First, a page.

Smooth rallies supported by hard work


Paxton Kelley as Rusty

Elder held its first pep rally on August 29th  in anticipation of the football game against Oak Hills.  The pep rally was watched by all students but only a few know how the event really came to be.

Pep rallies are written by the Pep Rally Committee, a group of students who meet and discuss the upcoming rally.  The pep rally committee features students from all grades who attend meetings outside of school hours and rehearsals to produce a quality product.

Senior Ben James is a first year Pep Rally Committee member and also the emcee of the event.  Ben said of his emcee job, “My job is to provide slightly humorous jokes and keep the pep rally flowing from one part to another.  Being the emcee is fun but it’s definitely nerve-wracking.  Much of what I say depends on how I think the crowd is feeling, so there really isn’t a concrete script to follow.”

Before Ben and the rest of the cast have their roles, they must write the script.  Although the pep rallies flow easily, there is nothing easy about writing them.

The writing process was more difficult for Ben than he believed it would be.  “A lot of times we would create what we thought was a great story and have to throw it out because we couldn’t wrap it up with a good ending.  The endings are always the most difficult part to write.  Writing a pep rally is like baking a cake.  You have to add all of the base ingredients (the plot, characters, and actors), and then you can go back and add the icing or the jokes.  I enjoy the imaginative process of the writing process.  Brainstorming ideas is a lot more fun than actually going in and developing the plot of the skit,” said James.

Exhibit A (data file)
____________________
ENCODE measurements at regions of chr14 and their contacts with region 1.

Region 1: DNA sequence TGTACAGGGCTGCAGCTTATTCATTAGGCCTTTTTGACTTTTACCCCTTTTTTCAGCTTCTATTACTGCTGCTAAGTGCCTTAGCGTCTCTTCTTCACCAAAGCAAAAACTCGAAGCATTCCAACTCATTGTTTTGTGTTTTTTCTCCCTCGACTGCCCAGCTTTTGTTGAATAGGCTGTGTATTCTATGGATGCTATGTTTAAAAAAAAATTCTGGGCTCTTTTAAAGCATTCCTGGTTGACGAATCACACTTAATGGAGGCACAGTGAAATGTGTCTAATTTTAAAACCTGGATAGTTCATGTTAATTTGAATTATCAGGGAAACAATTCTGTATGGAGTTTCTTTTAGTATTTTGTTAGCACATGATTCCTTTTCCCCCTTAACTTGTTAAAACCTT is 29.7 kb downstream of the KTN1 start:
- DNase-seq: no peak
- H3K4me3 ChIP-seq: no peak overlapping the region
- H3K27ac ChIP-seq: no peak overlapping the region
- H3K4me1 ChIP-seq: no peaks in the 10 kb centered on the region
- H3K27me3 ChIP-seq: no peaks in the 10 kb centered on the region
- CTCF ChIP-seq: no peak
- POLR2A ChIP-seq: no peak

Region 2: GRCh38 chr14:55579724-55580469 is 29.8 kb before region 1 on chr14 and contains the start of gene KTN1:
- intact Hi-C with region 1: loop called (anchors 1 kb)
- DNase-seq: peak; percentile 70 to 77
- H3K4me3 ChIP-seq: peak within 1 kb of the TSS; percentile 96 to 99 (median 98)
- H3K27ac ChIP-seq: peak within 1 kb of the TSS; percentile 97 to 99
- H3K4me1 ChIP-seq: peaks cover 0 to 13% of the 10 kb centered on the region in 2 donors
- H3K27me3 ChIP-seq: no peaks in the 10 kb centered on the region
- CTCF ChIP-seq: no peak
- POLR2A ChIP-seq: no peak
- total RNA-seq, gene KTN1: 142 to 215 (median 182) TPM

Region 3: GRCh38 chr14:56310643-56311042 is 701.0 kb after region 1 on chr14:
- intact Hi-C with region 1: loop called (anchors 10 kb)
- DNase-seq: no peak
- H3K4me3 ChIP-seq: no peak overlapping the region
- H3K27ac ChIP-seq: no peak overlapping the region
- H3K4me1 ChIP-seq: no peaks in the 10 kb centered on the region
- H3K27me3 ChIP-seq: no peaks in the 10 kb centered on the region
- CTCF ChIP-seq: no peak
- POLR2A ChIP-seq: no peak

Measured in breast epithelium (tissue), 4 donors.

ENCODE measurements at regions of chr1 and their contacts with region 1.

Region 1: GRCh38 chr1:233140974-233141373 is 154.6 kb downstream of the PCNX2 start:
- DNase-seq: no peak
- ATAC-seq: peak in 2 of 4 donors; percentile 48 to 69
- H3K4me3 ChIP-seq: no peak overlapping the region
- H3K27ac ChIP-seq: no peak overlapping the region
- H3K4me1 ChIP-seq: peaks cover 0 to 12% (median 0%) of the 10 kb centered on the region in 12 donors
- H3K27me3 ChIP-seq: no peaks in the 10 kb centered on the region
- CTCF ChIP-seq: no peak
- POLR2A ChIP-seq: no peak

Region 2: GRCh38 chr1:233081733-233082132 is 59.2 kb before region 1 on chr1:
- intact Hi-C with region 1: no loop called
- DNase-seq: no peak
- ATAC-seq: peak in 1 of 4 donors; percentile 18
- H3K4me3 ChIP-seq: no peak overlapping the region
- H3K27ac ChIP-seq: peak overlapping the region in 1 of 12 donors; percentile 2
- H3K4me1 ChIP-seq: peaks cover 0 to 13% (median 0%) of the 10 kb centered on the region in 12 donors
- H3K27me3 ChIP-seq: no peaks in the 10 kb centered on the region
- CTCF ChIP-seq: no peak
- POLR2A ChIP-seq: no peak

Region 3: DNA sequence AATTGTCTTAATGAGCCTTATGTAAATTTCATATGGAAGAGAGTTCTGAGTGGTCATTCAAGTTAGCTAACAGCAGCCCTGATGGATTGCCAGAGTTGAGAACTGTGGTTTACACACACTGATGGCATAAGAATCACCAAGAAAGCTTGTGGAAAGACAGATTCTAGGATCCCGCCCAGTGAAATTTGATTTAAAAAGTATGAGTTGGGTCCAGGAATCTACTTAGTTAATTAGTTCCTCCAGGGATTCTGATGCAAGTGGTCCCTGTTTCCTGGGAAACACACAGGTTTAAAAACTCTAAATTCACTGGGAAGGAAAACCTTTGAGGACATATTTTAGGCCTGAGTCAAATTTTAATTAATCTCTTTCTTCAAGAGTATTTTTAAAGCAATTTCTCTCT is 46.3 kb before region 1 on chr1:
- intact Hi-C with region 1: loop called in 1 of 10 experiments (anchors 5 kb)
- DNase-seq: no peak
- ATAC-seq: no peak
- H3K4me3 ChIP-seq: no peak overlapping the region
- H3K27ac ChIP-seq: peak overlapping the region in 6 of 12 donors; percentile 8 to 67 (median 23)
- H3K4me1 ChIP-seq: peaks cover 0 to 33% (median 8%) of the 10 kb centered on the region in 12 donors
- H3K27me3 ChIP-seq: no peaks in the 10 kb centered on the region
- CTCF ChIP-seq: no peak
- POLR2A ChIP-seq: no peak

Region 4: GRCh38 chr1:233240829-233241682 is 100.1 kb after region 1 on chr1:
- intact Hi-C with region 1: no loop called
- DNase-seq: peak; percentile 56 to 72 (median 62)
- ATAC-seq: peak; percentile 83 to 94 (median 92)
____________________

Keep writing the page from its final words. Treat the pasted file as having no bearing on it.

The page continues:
Andrew Fieler, another rally writer said, “Writing a pep rally can be struggling or time-consuming, but in the end it is definitely worth it.  There is nothing to really dislike about writing the pep rally.  It’s a fun time.”

When the script is written by the students, it must be approved by Mr. Reiring.  He also leads the Pep Rally Committee meetings and adds rewrites to the script.

“The pep rallies wouldn’t be nearly as good without Mr. Reiring’s help.  He helps move the writing process along, and he adds a lot more depth to the skits than we could ever come up with.  I think the cuts he makes are pretty fair.  It’s not like he takes our ideas and completely throws them out the window.  He works with us to find a way we can work the jokes into the skit while keeping things appropriate.”

Fieler agreed, “I think Mr. Reiring’s involvement is perfect.  He helps out when our ideas are lacking or are possibly too inappropriate.  He also helps edit the script and assign roles.  Without him, our pep rallies wouldn’t be as good.”

After Mr. Reiring works with the Committee to get a script, roles are assigned and practiced at a rehearsal meeting.  After the rehearsal, the pep rally is on.

The rally for the Oak Hills game was a success and a prime example of the hardworking Pep Rally Committee.

Sophomore Paxton Kelley, who played Rusty the Bell Keeper, though the pep rally went well.  “I think it was a successful rally.  We seemed to make the guys of the student body laugh a lot.  The ending especially got everybody to make some noise.”

Be on the lookout for the next pep rally and be sure to appreciate the hard work, dedication, and long hours the Pep Rally Committee puts into the show.